Coriander. My, how people love to argue about coriander. I kinda have a foot in both camps. The first time I ever ate it, I didn’t have a very good experience. It was at a Thai restaurant during the 80s and I don’t know what the deal was, but something left the most god-awful taste in my mouth and I couldn’t seem to get rid of it and my gum felt like I’d been stabbed with something ghastly and I blamed the coriander and that was it.
Then I grew up and found that — mostly — I really liked it, but only in small doses and as far as I could work out, I was OK with the leaves, but dubious about the roots. The smell, though! Wow!! It’s fabulous!!
There’s been a lot of coriander so far this LocalTable season, so I feel for any subscribers who have been horrified each time they opened the box to find some. So please trust me when I say this recipe is a great tasting way to eat coriander and it will use it all up in one go.
If you end up with any leftover pesto, keep it in a jar or container in the fridge with a layer of olive oil over it to stop it going brown.
The quantities given for each ingredient are pretty arbitrary. This really is a dish that you just make how you like it. Don’t add the lemon juice or oil all at once. Add them both bit by bit until it has the taste and consistency that you like. I prefer less oily, so I take the steady-as-she-goes approach. The best thing about this recipe is, it’s super quick and there’s no cooking!! Well, not really.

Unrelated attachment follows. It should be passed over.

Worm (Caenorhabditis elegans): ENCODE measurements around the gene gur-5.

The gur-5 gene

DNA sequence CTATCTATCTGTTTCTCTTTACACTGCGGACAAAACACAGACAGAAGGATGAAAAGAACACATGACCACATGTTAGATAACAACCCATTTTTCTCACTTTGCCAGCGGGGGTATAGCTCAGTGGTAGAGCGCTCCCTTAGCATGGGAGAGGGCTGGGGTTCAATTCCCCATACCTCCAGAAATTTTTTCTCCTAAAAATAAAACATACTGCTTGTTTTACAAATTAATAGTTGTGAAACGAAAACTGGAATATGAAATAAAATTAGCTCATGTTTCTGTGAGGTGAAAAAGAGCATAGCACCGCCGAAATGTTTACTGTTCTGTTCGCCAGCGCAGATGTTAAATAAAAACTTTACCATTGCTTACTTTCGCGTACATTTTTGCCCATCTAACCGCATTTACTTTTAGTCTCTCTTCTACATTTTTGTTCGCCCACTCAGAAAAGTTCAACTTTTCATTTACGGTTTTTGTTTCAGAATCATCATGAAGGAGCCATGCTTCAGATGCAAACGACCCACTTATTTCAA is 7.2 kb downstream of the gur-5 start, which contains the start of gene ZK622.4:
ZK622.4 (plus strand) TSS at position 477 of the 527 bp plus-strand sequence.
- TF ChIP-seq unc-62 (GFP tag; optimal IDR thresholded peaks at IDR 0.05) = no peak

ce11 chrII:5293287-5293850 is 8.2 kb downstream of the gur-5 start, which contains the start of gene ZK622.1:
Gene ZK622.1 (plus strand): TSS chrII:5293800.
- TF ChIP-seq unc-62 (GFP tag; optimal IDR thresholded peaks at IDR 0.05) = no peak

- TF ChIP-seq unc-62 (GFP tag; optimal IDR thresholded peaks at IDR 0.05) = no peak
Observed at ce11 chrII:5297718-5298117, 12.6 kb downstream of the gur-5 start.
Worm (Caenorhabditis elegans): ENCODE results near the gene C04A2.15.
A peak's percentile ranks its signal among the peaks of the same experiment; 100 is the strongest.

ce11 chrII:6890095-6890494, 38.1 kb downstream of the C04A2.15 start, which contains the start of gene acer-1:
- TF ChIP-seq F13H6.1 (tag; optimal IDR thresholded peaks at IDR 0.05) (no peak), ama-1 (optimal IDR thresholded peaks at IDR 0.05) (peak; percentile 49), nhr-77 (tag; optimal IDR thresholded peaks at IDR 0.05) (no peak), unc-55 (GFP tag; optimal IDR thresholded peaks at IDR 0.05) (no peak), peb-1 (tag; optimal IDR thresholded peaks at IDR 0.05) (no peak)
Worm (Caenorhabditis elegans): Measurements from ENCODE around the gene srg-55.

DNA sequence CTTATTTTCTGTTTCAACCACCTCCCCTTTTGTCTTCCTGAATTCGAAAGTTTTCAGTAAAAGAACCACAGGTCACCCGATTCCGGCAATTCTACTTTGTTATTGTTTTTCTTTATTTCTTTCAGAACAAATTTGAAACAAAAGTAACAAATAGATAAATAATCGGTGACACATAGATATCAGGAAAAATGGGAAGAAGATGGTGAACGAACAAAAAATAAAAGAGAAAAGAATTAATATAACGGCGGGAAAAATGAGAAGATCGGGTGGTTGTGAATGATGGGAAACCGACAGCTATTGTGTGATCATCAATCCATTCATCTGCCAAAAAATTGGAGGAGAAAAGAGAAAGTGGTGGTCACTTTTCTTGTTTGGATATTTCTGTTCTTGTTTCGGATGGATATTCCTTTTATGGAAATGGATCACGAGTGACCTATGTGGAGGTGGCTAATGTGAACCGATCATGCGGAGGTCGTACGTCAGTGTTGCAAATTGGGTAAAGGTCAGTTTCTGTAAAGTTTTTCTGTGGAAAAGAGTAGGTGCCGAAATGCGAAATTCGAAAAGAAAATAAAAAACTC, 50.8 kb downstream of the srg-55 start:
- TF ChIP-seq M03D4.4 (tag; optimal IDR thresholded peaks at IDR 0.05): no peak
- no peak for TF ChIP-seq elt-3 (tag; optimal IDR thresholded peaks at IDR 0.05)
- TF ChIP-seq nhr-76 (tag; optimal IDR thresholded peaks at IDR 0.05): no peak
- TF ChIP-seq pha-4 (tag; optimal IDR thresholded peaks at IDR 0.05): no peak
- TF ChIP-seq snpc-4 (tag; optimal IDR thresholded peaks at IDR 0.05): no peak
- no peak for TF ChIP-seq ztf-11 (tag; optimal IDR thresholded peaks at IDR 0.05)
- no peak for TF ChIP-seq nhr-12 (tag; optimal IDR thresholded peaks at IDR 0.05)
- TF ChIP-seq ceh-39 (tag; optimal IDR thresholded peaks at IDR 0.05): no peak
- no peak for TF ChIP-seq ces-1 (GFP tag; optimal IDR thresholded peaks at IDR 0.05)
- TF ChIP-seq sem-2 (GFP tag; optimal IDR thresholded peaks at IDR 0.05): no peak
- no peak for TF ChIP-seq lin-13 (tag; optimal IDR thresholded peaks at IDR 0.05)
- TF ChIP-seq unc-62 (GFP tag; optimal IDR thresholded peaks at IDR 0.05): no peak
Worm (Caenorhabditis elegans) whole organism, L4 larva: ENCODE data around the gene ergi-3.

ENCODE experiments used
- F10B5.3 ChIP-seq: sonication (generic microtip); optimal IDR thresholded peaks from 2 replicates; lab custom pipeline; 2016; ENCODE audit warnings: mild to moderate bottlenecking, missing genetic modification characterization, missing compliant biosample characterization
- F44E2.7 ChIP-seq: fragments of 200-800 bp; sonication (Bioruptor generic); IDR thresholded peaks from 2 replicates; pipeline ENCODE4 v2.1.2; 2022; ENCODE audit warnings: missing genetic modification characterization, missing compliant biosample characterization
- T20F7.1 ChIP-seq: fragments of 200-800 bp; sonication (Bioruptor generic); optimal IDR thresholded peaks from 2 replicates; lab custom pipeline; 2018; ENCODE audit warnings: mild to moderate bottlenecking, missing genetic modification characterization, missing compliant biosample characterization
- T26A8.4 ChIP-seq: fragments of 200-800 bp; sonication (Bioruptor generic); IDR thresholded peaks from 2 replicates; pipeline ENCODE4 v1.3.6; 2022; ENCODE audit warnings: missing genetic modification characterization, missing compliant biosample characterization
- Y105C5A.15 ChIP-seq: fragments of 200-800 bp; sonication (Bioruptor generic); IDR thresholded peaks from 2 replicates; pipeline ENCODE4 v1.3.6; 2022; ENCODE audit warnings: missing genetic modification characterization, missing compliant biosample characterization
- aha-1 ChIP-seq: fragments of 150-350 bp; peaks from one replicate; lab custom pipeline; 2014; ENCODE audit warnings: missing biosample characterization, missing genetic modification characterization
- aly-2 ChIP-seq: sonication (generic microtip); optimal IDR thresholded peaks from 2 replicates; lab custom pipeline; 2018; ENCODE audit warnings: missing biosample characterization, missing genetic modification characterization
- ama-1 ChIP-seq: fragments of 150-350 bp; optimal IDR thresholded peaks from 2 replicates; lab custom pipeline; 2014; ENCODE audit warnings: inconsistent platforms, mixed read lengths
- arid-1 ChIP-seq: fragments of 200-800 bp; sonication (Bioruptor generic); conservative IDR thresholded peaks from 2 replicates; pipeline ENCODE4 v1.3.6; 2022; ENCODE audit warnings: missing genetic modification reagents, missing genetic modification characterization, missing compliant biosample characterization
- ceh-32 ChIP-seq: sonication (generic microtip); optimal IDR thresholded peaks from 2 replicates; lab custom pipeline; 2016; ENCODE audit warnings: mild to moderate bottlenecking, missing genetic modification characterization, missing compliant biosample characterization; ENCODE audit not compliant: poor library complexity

This recipe stirs the pesto through pasta, but it also makes a great dip. Eat it any old how. If you’re not a coriander fan, I reckon this will win you over. I love it and I’m not a coriander freak by any means.
If you’ve been avoiding it, try just chopping some into a salad. Use a small amount at first and see how you go. Coriander really is fantastically good for you. Eat it!
Coriander pestoPrint This
- 1 bunch coriander
- 2 cloves garlic, peeled
- chili to taste (optional)
- 200ml extra virgin olive oil (or more or less, according to your preference)
- 100gm macadamia nuts
- juice of half a lemon (or more)
- salt to taste
- Over a high heat, toast the macadamia nuts in a dry frying pan. Keep them moving almost constantly so they don’t burn.
- Blend the nuts, garlic and chili in a food processor (or whatever you’ve got to do the job) until they’re finely chopped.
- Pour in some oil and lemon juice, add the coriander and keep blending. Add more oil and lemon juice as you go until it has the balance of flavours and consistency that you like.
- Season with some salt and blend once more.
- Serve it stirred through some pasta with a lemon wedge on the side to add more zing if you want it, or as a dip. Or any way you feel like eating it.